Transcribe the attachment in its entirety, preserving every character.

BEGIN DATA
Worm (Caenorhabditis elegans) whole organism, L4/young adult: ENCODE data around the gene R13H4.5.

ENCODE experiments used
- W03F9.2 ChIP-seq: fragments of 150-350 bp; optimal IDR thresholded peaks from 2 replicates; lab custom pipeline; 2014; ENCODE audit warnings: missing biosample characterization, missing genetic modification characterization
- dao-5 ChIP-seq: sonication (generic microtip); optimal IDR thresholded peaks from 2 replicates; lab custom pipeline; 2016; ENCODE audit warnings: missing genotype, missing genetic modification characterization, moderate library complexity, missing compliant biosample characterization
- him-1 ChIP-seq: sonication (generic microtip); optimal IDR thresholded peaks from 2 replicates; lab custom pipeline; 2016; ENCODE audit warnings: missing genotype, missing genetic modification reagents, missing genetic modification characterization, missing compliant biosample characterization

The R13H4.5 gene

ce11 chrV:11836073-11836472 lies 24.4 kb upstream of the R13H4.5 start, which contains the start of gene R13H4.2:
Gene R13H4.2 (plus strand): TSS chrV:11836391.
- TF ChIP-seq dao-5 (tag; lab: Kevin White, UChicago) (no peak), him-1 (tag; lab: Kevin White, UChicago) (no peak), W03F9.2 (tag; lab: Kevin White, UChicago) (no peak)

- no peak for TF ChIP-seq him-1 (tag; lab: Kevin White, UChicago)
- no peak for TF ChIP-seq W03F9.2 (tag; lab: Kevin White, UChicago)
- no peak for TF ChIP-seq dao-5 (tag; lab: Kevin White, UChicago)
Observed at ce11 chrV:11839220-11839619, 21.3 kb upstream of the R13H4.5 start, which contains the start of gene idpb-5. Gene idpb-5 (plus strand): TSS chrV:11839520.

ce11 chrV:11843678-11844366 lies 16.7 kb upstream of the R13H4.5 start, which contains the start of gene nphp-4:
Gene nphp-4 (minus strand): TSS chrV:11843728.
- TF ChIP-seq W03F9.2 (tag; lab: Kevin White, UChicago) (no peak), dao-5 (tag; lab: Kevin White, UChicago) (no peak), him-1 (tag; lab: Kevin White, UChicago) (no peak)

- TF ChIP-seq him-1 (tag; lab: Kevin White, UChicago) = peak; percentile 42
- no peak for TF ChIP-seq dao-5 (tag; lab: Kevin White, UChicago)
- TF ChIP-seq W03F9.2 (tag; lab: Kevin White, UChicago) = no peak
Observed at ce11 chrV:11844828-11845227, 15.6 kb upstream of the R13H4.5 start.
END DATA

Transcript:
Worm (Caenorhabditis elegans) whole organism, L4/young adult: ENCODE data around the gene R13H4.5.

ENCODE experiments used
- W03F9.2 ChIP-seq: fragments of 150-350 bp; optimal IDR thresholded peaks from 2 replicates; lab custom pipeline; 2014; ENCODE audit warnings: missing biosample characterization, missing genetic modification characterization
- dao-5 ChIP-seq: sonication (generic microtip); optimal IDR thresholded peaks from 2 replicates; lab custom pipeline; 2016; ENCODE audit warnings: missing genotype, missing genetic modification characterization, moderate library complexity, missing compliant biosample characterization
- him-1 ChIP-seq: sonication (generic microtip); optimal IDR thresholded peaks from 2 replicates; lab custom pipeline; 2016; ENCODE audit warnings: missing genotype, missing genetic modification reagents, missing genetic modification characterization, missing compliant biosample characterization

The R13H4.5 gene

ce11 chrV:11836073-11836472 lies 24.4 kb upstream of the R13H4.5 start, which contains the start of gene R13H4.2:
Gene R13H4.2 (plus strand): TSS chrV:11836391.
- TF ChIP-seq dao-5 (tag; lab: Kevin White, UChicago) (no peak), him-1 (tag; lab: Kevin White, UChicago) (no peak), W03F9.2 (tag; lab: Kevin White, UChicago) (no peak)

- no peak for TF ChIP-seq him-1 (tag; lab: Kevin White, UChicago)
- no peak for TF ChIP-seq W03F9.2 (tag; lab: Kevin White, UChicago)
- no peak for TF ChIP-seq dao-5 (tag; lab: Kevin White, UChicago)
Observed at ce11 chrV:11839220-11839619, 21.3 kb upstream of the R13H4.5 start, which contains the start of gene idpb-5. Gene idpb-5 (plus strand): TSS chrV:11839520.

ce11 chrV:11843678-11844366 lies 16.7 kb upstream of the R13H4.5 start, which contains the start of gene nphp-4:
Gene nphp-4 (minus strand): TSS chrV:11843728.
- TF ChIP-seq W03F9.2 (tag; lab: Kevin White, UChicago) (no peak), dao-5 (tag; lab: Kevin White, UChicago) (no peak), him-1 (tag; lab: Kevin White, UChicago) (no peak)

- TF ChIP-seq him-1 (tag; lab: Kevin White, UChicago) = peak; percentile 42
- no peak for TF ChIP-seq dao-5 (tag; lab: Kevin White, UChicago)
- TF ChIP-seq W03F9.2 (tag; lab: Kevin White, UChicago) = no peak
Observed at ce11 chrV:11844828-11845227, 15.6 kb upstream of the R13H4.5 start.